Yes, please, Stuart.

Stuart Smith:

All right. The company just voted in favor of a reverse split of all issued and outstanding common stock at a ratio no greater than 1 for 8. Can you elaborate on the reason for this corporate action?

Michael Mo:

Yeah. Yeah. This is something that we filed yesterday. The majority shareholders approved the proposal to authorize the board to effectuate a reverse split of our outstanding shares. The current intention of the board is described in our information statement is to coordinate the timing of the ratio of the split to be in sync with the up list to a USC senior national stock exchange, such as the NASDAQ capital market or the NYCE market.

Michael Mo:

This thing has always been part of our roadmap to increase shareholder value. Now, the timing is ripe for a number of reasons. One is that we have laid the foundation this quarter by building up shareholder equity, increased the liquidity in our stock and build a strong balance sheet. This has allowed us to explore different channels of access to capital. Another factor is that the markets anticipate an increased focus on the whole clean energy and de-carbonization efforts in 2021 with the new incoming administration. As we expect to further our growth in the battery recycling energy storage and EV market in 2021 being on a senior exchange

Michael Mo:

Being on a senior exchange can potentially increase our exposure to more institutional investors and a broader investor base in general. That’s why we did it.

Stuart Smith:

Well, very good. Let’s move on to the next question. It appears the level of activity and highlights during Q3 increased substantially from previous quarters, but your revenue decreased significantly quarter over quarter, especially in contract services. What is the reason for this?

Michael Mo:

Yeah, so Simon talked about that a little bit in our operating results earlier, but two factors really contribute to both the year over year and quarter over quarter revenue decline. The decrease in revenue for year over year comparisons was mainly due to a large view e-contract that we fulfilled in the Q3 of 2019, that’s worth about $350,000. The customer has since pushed the next shipment of the product into 2021. As a matter of fact, looking out for a multi-year roadmap for that product.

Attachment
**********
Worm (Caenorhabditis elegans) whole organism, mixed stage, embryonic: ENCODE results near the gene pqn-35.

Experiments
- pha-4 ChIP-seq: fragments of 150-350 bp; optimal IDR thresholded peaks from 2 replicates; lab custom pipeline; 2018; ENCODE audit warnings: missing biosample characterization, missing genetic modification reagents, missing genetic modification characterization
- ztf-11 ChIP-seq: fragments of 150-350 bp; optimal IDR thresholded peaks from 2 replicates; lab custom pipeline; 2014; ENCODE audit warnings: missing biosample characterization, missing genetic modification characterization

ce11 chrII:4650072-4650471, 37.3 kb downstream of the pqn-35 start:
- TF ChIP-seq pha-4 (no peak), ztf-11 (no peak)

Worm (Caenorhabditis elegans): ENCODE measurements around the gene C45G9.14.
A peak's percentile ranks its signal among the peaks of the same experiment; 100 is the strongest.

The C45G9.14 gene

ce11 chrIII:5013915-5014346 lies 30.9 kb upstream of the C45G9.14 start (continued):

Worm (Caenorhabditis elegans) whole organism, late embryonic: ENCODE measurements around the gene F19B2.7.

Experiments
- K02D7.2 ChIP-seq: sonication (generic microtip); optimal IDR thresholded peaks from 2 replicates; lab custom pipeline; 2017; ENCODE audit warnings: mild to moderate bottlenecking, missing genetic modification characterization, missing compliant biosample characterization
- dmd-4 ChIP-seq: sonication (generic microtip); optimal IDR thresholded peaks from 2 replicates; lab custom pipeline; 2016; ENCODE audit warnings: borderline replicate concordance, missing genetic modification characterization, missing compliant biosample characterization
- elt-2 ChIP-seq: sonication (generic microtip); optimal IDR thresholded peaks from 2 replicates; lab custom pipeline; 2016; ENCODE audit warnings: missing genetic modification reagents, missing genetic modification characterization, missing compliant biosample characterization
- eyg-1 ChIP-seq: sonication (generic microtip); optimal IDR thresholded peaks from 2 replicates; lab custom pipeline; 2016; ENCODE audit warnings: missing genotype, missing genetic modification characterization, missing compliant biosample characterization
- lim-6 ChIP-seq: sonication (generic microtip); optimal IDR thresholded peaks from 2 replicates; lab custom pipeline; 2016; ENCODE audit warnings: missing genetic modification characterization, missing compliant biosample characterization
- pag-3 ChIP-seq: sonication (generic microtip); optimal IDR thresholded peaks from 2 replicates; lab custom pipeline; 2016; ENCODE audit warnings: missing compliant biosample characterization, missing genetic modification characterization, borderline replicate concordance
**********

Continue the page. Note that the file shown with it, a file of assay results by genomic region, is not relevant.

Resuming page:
Michael Mo:

Another factor is a result of supply chain delays in sourcing the delivery material due to COVID-19 and we’re starting to catch up on that in Q3 right now. For the service revenue question, we only recognize our service contract revenue once we complete it and also meet the customers’ acceptance. So for Q3, we did not have any service contract that meet that revenue recognition requirements. So therefore you saw a drop in service revenue. There was a lot of design activity. There’s a lot of engagement with customers, and those are not revenue, not reflected in Q3, but we expect and anticipate that those activities will pay for future growth.

Stuart Smith:

All right. Very good. Can we get an update on your work with Dave Harden? Has he been able to assist since he’s been brought on board?

Michael Mo:

Yeah. So Dave, in outpost, they have just extensive experience in the DOD infrastructure. So we’ve been working together on a number of DOD programs and objectives, including hypersonic thermal management systems, direct energy, weapons systems in energy storage. So his experience is to do the product marketing side, the product positioning side, and also help us navigate the DOD infrastructure. I know that we did the podcast with Dave maybe a couple months ago. It’s really just practicing crossing the Valley of Death as we speak.

Stuart Smith:

Very good. Let’s talk then about a big validation for KULR. Here’s the question. I know it’s a big validation for KULR to work with the UN on lithium battery classification, but there’s also an opportunity to grow international sales. That’s the question. So is this, by working with the UN, an opportunity to grow international sales through this work with the UN?

Michael Mo:

Yeah. Working with regulatory bodies like UN with FAA, DOT, PHMSA, it’s all part of our business development and marketing effort. The objective is to make our solutions in the battery testing, such as ISC, and also our TRS battery shipping solution known to these regulatory bodies so that they can consider them and to be part of the future of the regulatory roadmap. So as we enter into the battery recycling, the transportation industry, this activity will be more and more important. We do expect them to generate both domestic and international sales in 2021.